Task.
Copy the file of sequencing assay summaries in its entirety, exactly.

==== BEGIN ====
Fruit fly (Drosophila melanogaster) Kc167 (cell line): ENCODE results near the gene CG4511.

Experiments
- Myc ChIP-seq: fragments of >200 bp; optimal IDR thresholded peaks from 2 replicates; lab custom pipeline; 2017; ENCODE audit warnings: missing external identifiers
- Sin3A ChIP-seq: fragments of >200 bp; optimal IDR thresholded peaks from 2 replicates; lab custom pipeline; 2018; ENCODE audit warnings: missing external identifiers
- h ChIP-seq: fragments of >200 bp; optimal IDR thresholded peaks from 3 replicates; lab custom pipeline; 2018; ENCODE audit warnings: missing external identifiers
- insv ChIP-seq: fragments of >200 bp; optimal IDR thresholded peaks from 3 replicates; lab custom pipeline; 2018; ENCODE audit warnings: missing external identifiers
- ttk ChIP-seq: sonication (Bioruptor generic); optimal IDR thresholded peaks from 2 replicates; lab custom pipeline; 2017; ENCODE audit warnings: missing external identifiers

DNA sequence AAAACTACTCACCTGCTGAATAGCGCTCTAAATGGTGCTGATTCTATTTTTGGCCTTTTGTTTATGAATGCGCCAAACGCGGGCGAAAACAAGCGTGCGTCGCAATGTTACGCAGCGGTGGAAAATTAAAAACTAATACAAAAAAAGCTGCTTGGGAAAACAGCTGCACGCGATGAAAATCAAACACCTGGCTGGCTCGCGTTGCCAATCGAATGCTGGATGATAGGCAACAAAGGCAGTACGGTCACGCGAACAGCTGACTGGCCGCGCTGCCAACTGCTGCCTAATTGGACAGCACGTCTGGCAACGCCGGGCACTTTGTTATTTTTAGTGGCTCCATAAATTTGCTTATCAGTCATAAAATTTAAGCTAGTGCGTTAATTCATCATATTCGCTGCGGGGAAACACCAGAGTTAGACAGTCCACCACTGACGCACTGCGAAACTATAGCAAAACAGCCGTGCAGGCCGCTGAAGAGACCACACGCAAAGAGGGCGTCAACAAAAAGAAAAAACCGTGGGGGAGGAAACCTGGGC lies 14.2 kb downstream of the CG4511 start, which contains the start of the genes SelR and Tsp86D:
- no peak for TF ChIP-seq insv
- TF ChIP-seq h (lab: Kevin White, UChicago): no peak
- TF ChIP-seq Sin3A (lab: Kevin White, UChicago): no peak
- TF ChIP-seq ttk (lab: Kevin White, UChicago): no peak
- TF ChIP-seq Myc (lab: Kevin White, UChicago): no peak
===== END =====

Fruit fly (Drosophila melanogaster) Kc167 (cell line): ENCODE results near the gene CG4511.

Experiments
- Myc ChIP-seq: fragments of >200 bp; optimal IDR thresholded peaks from 2 replicates; lab custom pipeline; 2017; ENCODE audit warnings: missing external identifiers
- Sin3A ChIP-seq: fragments of >200 bp; optimal IDR thresholded peaks from 2 replicates; lab custom pipeline; 2018; ENCODE audit warnings: missing external identifiers
- h ChIP-seq: fragments of >200 bp; optimal IDR thresholded peaks from 3 replicates; lab custom pipeline; 2018; ENCODE audit warnings: missing external identifiers
- insv ChIP-seq: fragments of >200 bp; optimal IDR thresholded peaks from 3 replicates; lab custom pipeline; 2018; ENCODE audit warnings: missing external identifiers
- ttk ChIP-seq: sonication (Bioruptor generic); optimal IDR thresholded peaks from 2 replicates; lab custom pipeline; 2017; ENCODE audit warnings: missing external identifiers

DNA sequence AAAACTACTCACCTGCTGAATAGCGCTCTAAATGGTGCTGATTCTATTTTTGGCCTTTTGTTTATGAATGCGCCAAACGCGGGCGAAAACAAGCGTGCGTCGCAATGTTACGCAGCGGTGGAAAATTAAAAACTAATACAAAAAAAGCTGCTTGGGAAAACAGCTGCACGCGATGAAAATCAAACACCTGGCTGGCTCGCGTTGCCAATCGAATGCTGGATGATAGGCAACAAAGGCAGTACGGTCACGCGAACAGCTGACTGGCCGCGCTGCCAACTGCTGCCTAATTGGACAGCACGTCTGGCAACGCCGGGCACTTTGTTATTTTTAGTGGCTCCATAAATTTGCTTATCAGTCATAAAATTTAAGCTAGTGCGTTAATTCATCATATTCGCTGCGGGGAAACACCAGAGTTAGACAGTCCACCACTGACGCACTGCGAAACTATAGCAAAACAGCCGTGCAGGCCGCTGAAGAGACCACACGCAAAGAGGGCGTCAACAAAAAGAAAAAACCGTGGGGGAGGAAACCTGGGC lies 14.2 kb downstream of the CG4511 start, which contains the start of the genes SelR and Tsp86D:
- no peak for TF ChIP-seq insv
- TF ChIP-seq h (lab: Kevin White, UChicago): no peak
- TF ChIP-seq Sin3A (lab: Kevin White, UChicago): no peak
- TF ChIP-seq ttk (lab: Kevin White, UChicago): no peak
- TF ChIP-seq Myc (lab: Kevin White, UChicago): no peak